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The Implementation of Plasma Proteomics in Biomarker Discovery
Journal of Proteomics & Bioinformatics

Journal of Proteomics & Bioinformatics
Open Access

ISSN: 0974-276X

Short Communication - (2022)Volume 15, Issue 9

The Implementation of Plasma Proteomics in Biomarker Discovery

Halley C. Mills*
 
*Correspondence: Halley C. Mills, Department of Analytical Research Facility, Queensland University of Technology, Brisbane, Australia, Email:

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Description

Plasma proteomics is the high-throughput analysis of plasma biomarkers combining extremely powerful, sensitive, and specific tools. Blood plasma is one of the most commonly used samples in cancer biomarker discovery research, as well as clinical trials for diagnostic and therapeutic purposes. The most common type of biological test performed in clinical practice and laboratory testing is blood tests. They are based on changes in the concentration of different proteins in the blood. However, doing so on a large scale by continuously monitoring all blood proteins (i.e., the blood proteome) provides an accurate picture of protein expression in health and sickness [1]. The plasma proteome, on the other hand, is extremely complex due to its wide dynamic range of protein concentrations and the presence of many proteins. The most advanced technique for plasma protein analysis was the 2D PAGE method, which could isolate up to 289 proteins. Serum albumin, globulins, and complement factors constitute for more than 99% of the entire plasma proteome, making it one of the most complex and diverse subproteomes in the human body [2]. Blood proteins are emerging as potential biomarkers for many diseases.

Novel sample preparation methods have also evolved to facilitate in the detection of proteins found at extremely low amounts in plasma. Affinity purification is used to acquire a specific protein, and immunochemistry is used to eliminate proteins at high concentrations. Furthermore, the introduction of high-speed Mass Spectrometry (MS) techniques and the advent of LC systems for long-term nanoscale flows have enabled robust workflows in proteomics to deepen analysis. One of the main advantages of plasma proteomics is the easy availability of blood in the peripheral circulation, which allows for simple sample collection. Blood also serves as a buffer for all tissues and cells, transporting compounds that are generated, released, destroyed, or absorbed at various places. There are many disadvantages as well regarding this process. Circulating biomarkers have received greater attention than site-specific blood indicators. However, unless the marker is specific itself, such as troponin T, which is released only by damaged cardiac myocytes, variations in circulating biomarkers could reflect disease or dysregulation of any other organ rather than a specific disorder [3].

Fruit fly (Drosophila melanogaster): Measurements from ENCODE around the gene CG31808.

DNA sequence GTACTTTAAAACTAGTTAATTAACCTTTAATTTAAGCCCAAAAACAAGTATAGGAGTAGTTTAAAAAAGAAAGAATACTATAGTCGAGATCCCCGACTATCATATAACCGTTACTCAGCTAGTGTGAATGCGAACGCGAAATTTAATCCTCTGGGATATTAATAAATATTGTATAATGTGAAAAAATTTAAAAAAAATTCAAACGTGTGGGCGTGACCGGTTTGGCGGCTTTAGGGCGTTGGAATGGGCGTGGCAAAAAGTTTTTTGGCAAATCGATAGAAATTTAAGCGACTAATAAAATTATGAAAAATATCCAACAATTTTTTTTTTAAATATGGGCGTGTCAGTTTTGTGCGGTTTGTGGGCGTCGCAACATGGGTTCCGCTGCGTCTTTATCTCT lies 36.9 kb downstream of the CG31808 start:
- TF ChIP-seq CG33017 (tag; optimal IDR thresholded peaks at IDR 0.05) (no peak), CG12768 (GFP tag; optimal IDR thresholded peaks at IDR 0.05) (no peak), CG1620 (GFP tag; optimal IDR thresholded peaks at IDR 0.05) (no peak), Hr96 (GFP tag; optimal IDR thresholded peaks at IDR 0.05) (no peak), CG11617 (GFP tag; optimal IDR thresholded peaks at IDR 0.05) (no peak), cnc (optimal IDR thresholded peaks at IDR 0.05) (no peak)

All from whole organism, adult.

Another issue is the increased signal-to-noise ratio, which lowers predictive value and thus therapeutic relevance. This can only be addressed by employing interventional methods to collect blood samples from a vascular coming from the organ of interest, which is usually not possible. Another challenge is that not only there thousands of proteins, but they are known to exist in a variety of forms after post-translational modification. Plasma proteins shift as a result of various metabolic and physiological states and stages. There are also significant changes in the type and number of measured proteins expressed in plasma according on the sample type, namely plasma vs tissues or cells. Several advanced analytical approaches are being used to address this, with an emphasis on controlling the complexity of plasma proteins and their dynamic range. By combining plasma proteomics with immunodepletion of high- and mediumabundance proteins as well as highly extensive peptide fractionation methods, it is now possible to detect more than 1,000, if not more than 5,000, proteins in plasma [4]. However, MS-based plasma proteomics is incredibly challenging for a variety of reasons, the most prominent among which is the unusually wide dynamic range of protein abundances.

Conclusion

Plasma proteomics has the potential to significantly improve in the prediction and treatment of metabolic and other chronic disorders, as well as the identification of adverse medication effects. The discovery of new biomarkers for illness conditions necessitates the identification of prospective biomarkers through case-control studies or, more recently, longitudinal investigations. This is then confirmed through targeted analysis of a larger number of plasma samples. Finally, the potential markers are clinically evaluated in large interest to assess their sensitivity, specificity, and utility.

References

Author Info

Halley C. Mills*
 
Department of Analytical Research Facility, Queensland University of Technology, Brisbane, Australia
 

Citation: Mills HC (2022) The Implementation of Plasma Proteomics in Biomarker Discovery. J Proteomics Bioinform. 15:606.

Received: 01-Sep-2022, Manuscript No. JPB-22-19543; Editor assigned: 05-Sep-2022, Pre QC No. JPB-22-19543 (PQ); Reviewed: 19-Sep-2022, QC No. JPB-22-19543; Revised: 26-Sep-2022, Manuscript No. JPB-22-19543 (R); Published: 03-Oct-2022 , DOI: 10.35248/0974-276X.22.15.606

Copyright: © 2022 Mills HC. This is an open-access article distributed under the terms of the Creative Commons Attribution License, which permits unrestricted use, distribution, and reproduction in any medium, provided the original author and source are credited.

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